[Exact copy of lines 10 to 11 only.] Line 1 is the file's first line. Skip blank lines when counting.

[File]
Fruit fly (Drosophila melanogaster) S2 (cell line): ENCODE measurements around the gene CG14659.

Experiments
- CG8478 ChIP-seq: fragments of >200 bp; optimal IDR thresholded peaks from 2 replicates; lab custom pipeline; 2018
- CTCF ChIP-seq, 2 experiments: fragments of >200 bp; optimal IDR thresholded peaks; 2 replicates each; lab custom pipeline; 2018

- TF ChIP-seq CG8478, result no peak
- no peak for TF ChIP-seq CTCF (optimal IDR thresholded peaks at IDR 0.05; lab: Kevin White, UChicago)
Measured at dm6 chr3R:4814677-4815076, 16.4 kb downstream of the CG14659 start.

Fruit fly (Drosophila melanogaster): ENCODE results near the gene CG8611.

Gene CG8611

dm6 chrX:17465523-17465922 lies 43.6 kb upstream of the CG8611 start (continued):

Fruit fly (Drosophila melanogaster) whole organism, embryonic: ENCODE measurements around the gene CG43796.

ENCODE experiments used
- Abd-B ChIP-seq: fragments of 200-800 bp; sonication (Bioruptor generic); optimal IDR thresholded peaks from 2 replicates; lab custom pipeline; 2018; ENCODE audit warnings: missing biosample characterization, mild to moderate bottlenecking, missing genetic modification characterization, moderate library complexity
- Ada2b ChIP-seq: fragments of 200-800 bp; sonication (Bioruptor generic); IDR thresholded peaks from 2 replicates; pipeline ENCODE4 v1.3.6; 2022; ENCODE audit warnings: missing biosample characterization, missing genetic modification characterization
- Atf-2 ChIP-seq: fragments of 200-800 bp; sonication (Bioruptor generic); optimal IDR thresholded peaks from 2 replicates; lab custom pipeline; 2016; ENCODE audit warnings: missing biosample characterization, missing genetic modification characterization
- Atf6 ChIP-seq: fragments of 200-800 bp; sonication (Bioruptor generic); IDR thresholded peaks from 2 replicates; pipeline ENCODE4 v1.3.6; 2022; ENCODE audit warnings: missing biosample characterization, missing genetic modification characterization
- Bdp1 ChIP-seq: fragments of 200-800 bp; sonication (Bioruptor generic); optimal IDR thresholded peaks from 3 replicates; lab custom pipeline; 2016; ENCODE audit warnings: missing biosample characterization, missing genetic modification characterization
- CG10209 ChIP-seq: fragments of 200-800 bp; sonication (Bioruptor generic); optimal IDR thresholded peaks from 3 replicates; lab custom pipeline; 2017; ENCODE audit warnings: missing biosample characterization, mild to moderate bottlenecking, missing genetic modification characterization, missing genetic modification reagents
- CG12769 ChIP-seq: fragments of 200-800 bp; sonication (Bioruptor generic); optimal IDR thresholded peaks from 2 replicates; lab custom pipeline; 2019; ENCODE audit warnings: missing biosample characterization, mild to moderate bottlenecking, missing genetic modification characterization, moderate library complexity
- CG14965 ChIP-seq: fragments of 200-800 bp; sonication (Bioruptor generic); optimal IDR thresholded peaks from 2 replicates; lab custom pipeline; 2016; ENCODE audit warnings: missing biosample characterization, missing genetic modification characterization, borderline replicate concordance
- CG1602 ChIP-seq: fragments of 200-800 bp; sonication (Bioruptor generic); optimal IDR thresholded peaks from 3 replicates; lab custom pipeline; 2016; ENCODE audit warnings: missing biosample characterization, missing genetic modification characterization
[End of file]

dm6 chrX:17465523-17465922 lies 43.6 kb upstream of the CG8611 start (continued):

Fruit fly (Drosophila melanogaster) whole organism, embryonic: ENCODE measurements around the gene CG43796.